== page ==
After the first volume of Nymph()maniac, I remarked that I was excited to see the second, as well as the extended cut that lasted for somewhere around five hours. The reason for this was that the first part was funnier and more compelling than I thought it was going to be. It wound up being a very interesting watch, even if it wasn’t as thought-provoking as its director probably wanted. Given its storytelling method of breaking up the action into short chunks, it could endlessly reinvent itself and tell different stories each time, which means it never had to get boring.
Unfortunately, it turns out that after four hours of hearing a nymphomaniac tell her life story, it does start to get dull. Nymph()maniac: Volume II is significantly less interesting for the majority of its running time, in large part because it winds up feeling just like more of the same. The situations might be different — somewhat, at least — but it feels like we’re just going through the motions, waiting to finally learn exactly how our lead character, Joe (Charlotte Gainsbourg), wound up beaten and bleeding in alley.
She was found by Seligman (Stellan Skarsgård), if you recall, who put her in a bed, made her some tea, and began to listen to her story, often jumping in to make comparisons between her actions and things like fly fishing or the Fibonacci sequence. We find out early on in the second half that he is an asexual virgin, and that’s why he is so receptive to her story. He can’t judge because he has no personal experience in anything she’s saying.
Nymph()maniac: Volume II feels repetitive, but only when compared to its predecessor. The problem with that is that the first part is required in order to get anything out of the second, and by the time hours three and four roll in, you’re not likely to be all that interested. Director Lars von Trier goes to the well one too many times and the result is a film that’s not as engaging as it could have been. There’s this great format that’s established but it’s like he ran out of inspiration and creativity.
If you were someone who was hoping for even more graphic content than was in the first film, you get that here. Or, at least, it certainly felt like there was more. I didn’t count the minutes or number of scenes, so take that as anecdotal evidence at best, but that’s what I came away with. Perhaps it’s because one of the chapters of Joe’s life involves her becoming involved with a dominator (Jamie Bell), and involves a not insignificant amount of S&M.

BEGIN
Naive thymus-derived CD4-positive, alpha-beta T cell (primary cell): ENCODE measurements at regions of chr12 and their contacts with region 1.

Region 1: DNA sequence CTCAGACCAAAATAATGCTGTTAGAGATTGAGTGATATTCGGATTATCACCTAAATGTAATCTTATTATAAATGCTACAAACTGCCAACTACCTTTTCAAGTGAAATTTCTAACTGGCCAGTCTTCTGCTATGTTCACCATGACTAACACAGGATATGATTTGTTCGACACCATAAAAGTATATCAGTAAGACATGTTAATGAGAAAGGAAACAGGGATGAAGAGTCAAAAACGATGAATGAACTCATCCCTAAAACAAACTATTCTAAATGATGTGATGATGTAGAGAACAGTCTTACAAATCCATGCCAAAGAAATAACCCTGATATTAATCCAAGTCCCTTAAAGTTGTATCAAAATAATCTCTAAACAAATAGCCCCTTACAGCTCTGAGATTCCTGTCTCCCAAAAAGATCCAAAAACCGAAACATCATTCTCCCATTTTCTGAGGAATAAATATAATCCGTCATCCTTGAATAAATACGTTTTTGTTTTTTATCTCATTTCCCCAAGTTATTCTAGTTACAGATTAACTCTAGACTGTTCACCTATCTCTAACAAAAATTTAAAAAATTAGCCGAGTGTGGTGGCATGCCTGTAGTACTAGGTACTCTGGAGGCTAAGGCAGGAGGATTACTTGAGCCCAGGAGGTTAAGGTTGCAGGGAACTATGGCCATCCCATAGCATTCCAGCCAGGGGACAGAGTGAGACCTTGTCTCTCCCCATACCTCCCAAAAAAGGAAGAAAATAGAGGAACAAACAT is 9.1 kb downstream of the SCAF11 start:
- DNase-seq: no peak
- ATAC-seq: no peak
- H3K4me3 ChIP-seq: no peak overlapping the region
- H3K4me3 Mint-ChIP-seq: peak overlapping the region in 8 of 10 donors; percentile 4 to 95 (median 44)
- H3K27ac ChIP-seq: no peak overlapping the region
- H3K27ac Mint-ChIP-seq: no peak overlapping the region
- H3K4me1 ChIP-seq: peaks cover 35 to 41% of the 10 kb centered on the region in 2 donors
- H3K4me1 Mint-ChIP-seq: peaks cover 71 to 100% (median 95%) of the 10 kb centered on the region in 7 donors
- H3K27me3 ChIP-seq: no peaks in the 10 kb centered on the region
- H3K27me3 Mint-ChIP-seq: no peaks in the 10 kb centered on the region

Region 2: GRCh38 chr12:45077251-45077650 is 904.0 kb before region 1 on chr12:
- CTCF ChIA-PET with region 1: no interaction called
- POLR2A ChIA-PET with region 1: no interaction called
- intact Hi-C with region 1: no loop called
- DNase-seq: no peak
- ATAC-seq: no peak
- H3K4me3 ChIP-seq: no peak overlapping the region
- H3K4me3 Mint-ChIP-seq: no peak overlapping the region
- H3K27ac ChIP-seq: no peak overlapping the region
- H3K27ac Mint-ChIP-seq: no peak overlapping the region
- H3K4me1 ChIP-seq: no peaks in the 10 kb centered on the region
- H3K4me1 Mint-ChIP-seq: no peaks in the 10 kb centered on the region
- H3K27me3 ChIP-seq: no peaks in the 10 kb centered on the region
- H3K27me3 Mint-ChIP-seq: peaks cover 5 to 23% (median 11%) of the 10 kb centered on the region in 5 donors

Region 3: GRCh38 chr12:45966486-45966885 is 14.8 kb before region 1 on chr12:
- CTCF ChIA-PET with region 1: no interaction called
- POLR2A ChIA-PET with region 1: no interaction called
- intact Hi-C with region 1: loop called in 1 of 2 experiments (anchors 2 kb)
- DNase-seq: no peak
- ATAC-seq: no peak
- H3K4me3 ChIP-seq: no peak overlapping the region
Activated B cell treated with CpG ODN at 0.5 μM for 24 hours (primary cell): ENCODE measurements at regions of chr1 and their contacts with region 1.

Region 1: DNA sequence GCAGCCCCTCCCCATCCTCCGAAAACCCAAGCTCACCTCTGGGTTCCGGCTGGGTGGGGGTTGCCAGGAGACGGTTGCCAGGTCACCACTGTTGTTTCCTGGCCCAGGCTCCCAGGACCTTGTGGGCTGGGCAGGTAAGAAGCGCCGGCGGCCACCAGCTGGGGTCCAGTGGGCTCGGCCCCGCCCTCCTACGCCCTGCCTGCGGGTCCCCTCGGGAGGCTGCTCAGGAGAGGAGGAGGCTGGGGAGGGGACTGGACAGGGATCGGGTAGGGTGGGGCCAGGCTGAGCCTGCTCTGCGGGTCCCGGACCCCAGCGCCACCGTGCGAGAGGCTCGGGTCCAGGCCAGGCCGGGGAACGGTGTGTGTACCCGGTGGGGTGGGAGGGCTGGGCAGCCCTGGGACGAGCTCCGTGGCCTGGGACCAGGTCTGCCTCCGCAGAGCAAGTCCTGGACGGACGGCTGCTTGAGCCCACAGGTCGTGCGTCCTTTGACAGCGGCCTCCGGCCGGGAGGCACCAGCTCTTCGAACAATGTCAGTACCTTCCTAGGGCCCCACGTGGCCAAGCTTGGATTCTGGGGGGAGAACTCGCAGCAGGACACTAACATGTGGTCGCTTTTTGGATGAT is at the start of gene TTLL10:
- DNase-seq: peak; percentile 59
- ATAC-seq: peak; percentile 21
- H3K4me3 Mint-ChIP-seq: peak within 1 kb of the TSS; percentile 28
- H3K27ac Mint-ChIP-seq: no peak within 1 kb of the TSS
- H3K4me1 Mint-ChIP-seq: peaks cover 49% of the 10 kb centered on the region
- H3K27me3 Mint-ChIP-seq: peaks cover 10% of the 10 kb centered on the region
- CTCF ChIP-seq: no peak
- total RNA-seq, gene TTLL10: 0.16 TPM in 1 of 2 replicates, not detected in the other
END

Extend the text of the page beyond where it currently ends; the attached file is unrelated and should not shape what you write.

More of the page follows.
Charlotte Gainsbourg plays Joe for the vast majority of Volume II. The first time around, all of the “story” segments had a younger Joe, who was portrayed by Stacy Martin. Martin is a warmer actor and made the part more compelling. The disconnect between Gainsbourg’s cold storytelling and Martin’s warmer portrayal was interested. Watching Gainsbourg tackle both duties is more … expected, I guess? As in, there’s no difference in personalities and nothing to figure out. We know Gainsbourg’s Joe and therefore there isn’t much more to learn, especially as the film goes down familiar paths we’ve already covered.
The biggest talking point of Nymph()maniac: Volume II is going to come from the ending. It comes as a shock and it seems as if it makes one of its leads go completely out of character. You have to know a bit about von Trier and his negative thoughts about people in order to get it, I think. The ending isn’t so much a “this character did X” as it is the director telling us that “you people are bad.”
Whenever Seligman jumped in while Joe was telling her story, I almost stopped caring. Some of the things he said made sense, but they seemed to become increasingly bizarre and arbitrary. Maybe they make sense if you’re a more abstract thinker, but the logical jumps didn’t seem, well, logical, some of the time. How they connect to Joe’s story, or what they’re supposed to represent — the connections weren’t always clear. I’m not sure how James Bond’s gun fit in other than to foreshadow a gun getting involved. Maybe that was the only purpose.
Apart from the downgrade that came from having Gainsbourg play Joe all the time, we get introduced to a couple of other famous actors in her stories. I already mentioned Jamie Bell, who is fierce and far removed from roles he’s usually associated with. Willem Dafoe has a couple of scenes, here playing a man who runs a debt collection agency. Shia LaBeouf appeared in Volume I and has a few scenes this time around, too, even if he’s eventually replaced by an older actor just like Stacy Martin was (Michaël Pas, if you’re wondering).
Nymph()maniac: Volume II is a disappointing conclusion to what started as an idea with limitless potential and creativity. It’s repetitive and far colder than its predecessor. Its ending will draw both criticism and praise, and will be something worth discussing for a while, but the fact that it takes four hours to get there — two of which are pretty good; the final two, while not bad, are not as interesting — means not that many people are going to want to get there. Volume II isn’t bad, but it’s a letdown when put side by side with its predecessor.